Stack Clash bug could give root privileges to attackers on Unix, Linux systems

Qualys researchers have unearthed a serious privilege escalation bug affecting a wide variety of Unix and Unix-based operating systems, and has been working with vendors to develop patches since May.

Stack Clash

As the patches have been pushed out, Qualys went public with the information, and urged users to implement them as soon as possible.

The vulnerability (CVE-2017-1000364)

The vulnerability has been dubbed Stack Clash, because it is triggered when the attackers forces an application’s stack to clash with another memory region.

“Each program running on a computer uses a special memory region called the stack. This memory region is special because it grows automatically when the program needs more stack memory. But if it grows too much and gets too close to another memory region, the program may confuse the stack with the other memory region. An attacker can exploit this confusion to overwrite the stack with the other memory region, or the other way around,” Qualys researchers explained.

There have been examples in the past when other researchers uncovered ways to clash the stack, but the fixes introduced to protect these type of exploits apparently do not work as intended.

Qualys researchers found several other secondary vulnerabilities directly related to the first one, and some can be exploited independently from one another. Still, all allow just privilege escalation, so they have to be exploited with other vulnerabilities in order for attackers to gain access to the system before they can escalate their privileges to root.

The exploits

They have also created a number of proof-of-concept exploits that can be leveraged against various applications on different Linux distributions (e.g. Exim on i386 Debian, Sudo on i386 Debian, Ubuntu, CentOS, etc.), but haven’t released them to the public.

But the good news is that all of the exploits are local.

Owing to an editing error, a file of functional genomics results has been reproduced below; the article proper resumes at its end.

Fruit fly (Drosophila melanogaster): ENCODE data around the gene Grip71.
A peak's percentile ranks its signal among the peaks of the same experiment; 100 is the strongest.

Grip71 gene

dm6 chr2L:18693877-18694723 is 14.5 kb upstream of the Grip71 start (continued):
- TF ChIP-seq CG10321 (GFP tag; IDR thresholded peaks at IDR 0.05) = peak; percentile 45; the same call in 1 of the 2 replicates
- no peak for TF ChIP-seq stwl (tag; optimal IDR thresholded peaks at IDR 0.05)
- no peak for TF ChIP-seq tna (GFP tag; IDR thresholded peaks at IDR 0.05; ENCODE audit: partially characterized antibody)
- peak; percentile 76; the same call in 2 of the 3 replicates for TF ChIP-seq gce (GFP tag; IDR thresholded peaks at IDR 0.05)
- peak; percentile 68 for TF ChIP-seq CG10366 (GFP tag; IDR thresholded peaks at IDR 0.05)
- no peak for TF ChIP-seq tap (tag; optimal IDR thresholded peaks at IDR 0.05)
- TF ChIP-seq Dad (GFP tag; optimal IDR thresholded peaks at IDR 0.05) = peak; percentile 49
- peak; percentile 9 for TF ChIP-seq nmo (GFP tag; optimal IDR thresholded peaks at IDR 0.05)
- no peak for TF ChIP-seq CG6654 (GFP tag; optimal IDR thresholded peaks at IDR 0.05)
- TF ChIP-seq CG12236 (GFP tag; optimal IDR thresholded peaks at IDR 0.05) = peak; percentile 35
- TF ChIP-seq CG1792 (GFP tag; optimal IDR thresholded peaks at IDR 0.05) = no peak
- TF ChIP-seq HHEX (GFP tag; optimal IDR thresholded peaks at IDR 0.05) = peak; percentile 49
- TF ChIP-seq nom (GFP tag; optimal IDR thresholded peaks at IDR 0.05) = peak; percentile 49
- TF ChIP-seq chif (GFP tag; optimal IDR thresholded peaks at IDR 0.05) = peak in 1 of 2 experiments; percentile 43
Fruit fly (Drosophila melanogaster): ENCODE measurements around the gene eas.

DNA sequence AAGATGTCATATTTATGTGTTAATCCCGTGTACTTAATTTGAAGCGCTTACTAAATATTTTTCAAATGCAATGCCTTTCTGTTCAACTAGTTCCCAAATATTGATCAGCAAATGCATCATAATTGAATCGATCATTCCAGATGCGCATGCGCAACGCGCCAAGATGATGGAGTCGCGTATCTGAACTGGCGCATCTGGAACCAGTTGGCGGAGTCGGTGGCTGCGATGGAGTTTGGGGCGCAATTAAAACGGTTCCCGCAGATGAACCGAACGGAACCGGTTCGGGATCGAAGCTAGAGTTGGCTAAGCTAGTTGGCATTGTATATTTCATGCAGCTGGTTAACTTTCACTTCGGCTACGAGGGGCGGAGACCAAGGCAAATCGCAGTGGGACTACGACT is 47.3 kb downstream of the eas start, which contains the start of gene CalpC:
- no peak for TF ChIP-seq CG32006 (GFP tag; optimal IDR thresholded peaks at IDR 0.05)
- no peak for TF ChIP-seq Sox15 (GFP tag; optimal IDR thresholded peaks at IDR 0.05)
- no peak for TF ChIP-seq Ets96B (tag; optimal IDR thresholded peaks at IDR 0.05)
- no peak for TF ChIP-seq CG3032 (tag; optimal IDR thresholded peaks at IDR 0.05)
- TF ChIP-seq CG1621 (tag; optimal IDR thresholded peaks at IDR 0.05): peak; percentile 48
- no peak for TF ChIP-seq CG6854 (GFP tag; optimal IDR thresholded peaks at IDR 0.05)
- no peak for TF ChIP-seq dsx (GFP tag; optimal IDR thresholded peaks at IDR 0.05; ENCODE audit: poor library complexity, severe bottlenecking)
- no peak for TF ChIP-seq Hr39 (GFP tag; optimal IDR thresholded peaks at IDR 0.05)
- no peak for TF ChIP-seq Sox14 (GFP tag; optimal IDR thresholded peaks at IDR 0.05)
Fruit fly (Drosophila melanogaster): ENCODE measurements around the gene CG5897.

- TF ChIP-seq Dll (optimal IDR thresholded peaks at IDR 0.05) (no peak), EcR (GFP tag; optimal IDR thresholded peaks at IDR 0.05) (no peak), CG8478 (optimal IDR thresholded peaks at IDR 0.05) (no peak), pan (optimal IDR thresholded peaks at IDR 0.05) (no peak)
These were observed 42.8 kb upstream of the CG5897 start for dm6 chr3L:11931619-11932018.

“Our research has mainly focused on local exploitation: as of this writing on June 19, 2017, we do not know of any remotely exploitable application,” the researchers noted.

“However, remote exploitation of the Stack Clash is not excluded; although local exploitation will always be easier, and remote exploitation will be very application-specific. The one remote application that we did investigate (the Exim mail server) turned out to be unexploitable by sheer luck.”

Protection and risk mitigation

Qualys says that affected vendors have pushed out patches before they went public with their finding, so Linux, OpenBSD, NetBSD, FreeBSD, Solaris, Red Hat, SuSE, Debian, and Ubuntu users would do well to look for them and implement them.

Those users that can’t or don’t want to update or reboot their system can implement the following temporary workaround: set the hard RLIMIT_STACK and RLIMIT_AS of your local users and remote services to some reasonably low values.

“Use this workaround at your own risk, however: most likely your limits will not be low enough to resist all attacks (for example, in some cases our Sudo stack-clash exploit allocates merely 137MB of heap memory, and almost no stack memory); or your limits will be too low and will break legitimate applications,” the researchers added.